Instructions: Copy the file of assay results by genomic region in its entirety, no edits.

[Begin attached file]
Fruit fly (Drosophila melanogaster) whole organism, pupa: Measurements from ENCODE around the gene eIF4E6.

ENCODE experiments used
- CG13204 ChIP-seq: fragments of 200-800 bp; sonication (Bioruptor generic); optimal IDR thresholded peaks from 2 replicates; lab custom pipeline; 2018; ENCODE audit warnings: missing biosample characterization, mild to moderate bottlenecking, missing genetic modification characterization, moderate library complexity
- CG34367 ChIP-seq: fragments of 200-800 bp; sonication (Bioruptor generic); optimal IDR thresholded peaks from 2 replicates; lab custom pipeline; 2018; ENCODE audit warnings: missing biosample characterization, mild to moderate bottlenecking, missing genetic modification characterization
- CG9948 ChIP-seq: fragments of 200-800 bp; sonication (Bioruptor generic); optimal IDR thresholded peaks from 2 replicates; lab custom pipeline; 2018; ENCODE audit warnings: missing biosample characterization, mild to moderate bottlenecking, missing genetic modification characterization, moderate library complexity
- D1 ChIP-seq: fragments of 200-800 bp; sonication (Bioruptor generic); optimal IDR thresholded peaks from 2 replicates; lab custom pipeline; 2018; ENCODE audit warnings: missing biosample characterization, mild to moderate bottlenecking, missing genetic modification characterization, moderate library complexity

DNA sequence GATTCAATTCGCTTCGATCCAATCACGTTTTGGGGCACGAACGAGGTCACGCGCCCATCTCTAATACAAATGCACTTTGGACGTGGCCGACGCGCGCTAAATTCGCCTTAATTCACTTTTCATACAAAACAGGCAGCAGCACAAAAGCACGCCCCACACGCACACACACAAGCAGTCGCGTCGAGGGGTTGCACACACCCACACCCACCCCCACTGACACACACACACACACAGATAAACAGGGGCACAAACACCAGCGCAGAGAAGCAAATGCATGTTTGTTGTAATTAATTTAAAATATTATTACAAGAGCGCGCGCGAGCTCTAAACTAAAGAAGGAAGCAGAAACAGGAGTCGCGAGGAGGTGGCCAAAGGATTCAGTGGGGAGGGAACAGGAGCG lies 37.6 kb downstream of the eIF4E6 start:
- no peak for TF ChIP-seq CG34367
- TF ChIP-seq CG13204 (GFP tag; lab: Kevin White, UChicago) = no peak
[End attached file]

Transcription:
Fruit fly (Drosophila melanogaster) whole organism, pupa: Measurements from ENCODE around the gene eIF4E6.

ENCODE experiments used
- CG13204 ChIP-seq: fragments of 200-800 bp; sonication (Bioruptor generic); optimal IDR thresholded peaks from 2 replicates; lab custom pipeline; 2018; ENCODE audit warnings: missing biosample characterization, mild to moderate bottlenecking, missing genetic modification characterization, moderate library complexity
- CG34367 ChIP-seq: fragments of 200-800 bp; sonication (Bioruptor generic); optimal IDR thresholded peaks from 2 replicates; lab custom pipeline; 2018; ENCODE audit warnings: missing biosample characterization, mild to moderate bottlenecking, missing genetic modification characterization
- CG9948 ChIP-seq: fragments of 200-800 bp; sonication (Bioruptor generic); optimal IDR thresholded peaks from 2 replicates; lab custom pipeline; 2018; ENCODE audit warnings: missing biosample characterization, mild to moderate bottlenecking, missing genetic modification characterization, moderate library complexity
- D1 ChIP-seq: fragments of 200-800 bp; sonication (Bioruptor generic); optimal IDR thresholded peaks from 2 replicates; lab custom pipeline; 2018; ENCODE audit warnings: missing biosample characterization, mild to moderate bottlenecking, missing genetic modification characterization, moderate library complexity

DNA sequence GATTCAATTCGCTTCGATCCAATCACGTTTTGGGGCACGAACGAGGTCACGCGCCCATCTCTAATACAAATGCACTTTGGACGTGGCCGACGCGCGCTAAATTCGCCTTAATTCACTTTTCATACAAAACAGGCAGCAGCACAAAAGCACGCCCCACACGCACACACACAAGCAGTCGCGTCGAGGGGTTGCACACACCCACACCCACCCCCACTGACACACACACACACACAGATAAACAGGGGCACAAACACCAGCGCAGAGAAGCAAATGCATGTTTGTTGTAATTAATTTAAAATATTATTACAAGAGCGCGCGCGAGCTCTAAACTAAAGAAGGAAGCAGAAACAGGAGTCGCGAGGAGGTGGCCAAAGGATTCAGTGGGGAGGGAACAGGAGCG lies 37.6 kb downstream of the eIF4E6 start:
- no peak for TF ChIP-seq CG34367
- TF ChIP-seq CG13204 (GFP tag; lab: Kevin White, UChicago) = no peak